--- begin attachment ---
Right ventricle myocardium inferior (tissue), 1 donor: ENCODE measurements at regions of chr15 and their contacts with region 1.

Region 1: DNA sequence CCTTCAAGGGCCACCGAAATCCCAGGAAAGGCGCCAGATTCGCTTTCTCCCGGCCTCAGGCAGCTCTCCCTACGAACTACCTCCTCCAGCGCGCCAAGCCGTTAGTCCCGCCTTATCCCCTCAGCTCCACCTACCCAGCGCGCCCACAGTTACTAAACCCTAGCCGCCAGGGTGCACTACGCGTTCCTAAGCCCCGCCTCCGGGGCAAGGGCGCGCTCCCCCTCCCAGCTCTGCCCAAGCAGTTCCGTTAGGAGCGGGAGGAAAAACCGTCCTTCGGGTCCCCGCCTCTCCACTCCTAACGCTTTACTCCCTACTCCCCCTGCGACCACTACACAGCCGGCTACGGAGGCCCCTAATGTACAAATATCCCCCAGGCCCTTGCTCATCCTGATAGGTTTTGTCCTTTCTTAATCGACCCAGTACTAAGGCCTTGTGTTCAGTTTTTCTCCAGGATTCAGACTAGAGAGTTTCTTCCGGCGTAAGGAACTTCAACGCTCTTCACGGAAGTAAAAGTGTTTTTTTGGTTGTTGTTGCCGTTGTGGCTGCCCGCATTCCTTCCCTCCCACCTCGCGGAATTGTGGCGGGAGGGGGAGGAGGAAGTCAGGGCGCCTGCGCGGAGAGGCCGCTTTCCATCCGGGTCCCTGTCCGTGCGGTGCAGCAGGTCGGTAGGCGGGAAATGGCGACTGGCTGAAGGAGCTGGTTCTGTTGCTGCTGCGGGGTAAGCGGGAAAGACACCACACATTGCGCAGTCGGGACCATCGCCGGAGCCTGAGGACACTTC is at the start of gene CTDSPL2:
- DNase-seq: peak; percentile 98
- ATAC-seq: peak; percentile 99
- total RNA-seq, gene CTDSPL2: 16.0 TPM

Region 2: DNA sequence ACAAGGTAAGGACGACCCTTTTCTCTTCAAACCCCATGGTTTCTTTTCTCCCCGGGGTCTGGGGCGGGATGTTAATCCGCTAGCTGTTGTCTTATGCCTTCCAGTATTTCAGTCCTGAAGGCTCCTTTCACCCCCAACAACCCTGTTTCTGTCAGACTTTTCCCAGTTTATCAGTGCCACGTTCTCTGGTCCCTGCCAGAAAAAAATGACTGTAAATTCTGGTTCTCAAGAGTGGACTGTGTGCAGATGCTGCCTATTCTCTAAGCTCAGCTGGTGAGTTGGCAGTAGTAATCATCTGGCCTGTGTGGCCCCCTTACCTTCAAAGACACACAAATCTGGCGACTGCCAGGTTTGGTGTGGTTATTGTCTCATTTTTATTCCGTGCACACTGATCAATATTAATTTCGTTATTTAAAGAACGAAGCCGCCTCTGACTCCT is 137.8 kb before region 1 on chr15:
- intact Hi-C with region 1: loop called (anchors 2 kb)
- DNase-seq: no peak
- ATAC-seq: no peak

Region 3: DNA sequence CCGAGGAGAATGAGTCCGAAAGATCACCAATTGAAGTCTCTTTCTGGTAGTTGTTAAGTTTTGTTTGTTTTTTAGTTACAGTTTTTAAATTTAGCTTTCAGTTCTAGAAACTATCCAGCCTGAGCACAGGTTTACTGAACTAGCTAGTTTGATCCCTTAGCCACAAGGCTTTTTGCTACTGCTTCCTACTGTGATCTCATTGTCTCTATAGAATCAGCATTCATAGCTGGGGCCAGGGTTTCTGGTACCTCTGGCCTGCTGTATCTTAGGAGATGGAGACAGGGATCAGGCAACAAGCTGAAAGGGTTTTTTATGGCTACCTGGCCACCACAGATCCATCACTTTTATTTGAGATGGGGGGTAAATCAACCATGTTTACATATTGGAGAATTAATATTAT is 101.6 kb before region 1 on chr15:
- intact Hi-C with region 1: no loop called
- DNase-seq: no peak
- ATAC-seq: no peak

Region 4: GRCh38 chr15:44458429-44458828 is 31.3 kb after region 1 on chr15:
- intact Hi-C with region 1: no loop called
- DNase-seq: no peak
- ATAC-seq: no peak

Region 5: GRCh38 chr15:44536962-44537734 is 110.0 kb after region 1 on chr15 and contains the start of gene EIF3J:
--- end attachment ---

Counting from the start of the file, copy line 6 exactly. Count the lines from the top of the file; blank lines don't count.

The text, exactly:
Region 2: DNA sequence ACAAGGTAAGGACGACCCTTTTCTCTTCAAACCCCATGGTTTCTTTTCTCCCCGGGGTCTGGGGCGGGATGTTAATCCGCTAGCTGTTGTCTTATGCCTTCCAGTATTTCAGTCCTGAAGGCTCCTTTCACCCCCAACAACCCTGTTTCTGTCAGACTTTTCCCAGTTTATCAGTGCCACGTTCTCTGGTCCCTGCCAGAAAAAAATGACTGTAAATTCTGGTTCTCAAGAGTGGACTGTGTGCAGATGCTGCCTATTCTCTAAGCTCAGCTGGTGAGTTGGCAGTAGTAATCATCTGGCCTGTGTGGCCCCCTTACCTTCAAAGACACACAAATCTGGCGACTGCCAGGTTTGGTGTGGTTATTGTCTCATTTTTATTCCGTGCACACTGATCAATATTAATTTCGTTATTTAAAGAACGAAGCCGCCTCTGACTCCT is 137.8 kb before region 1 on chr15: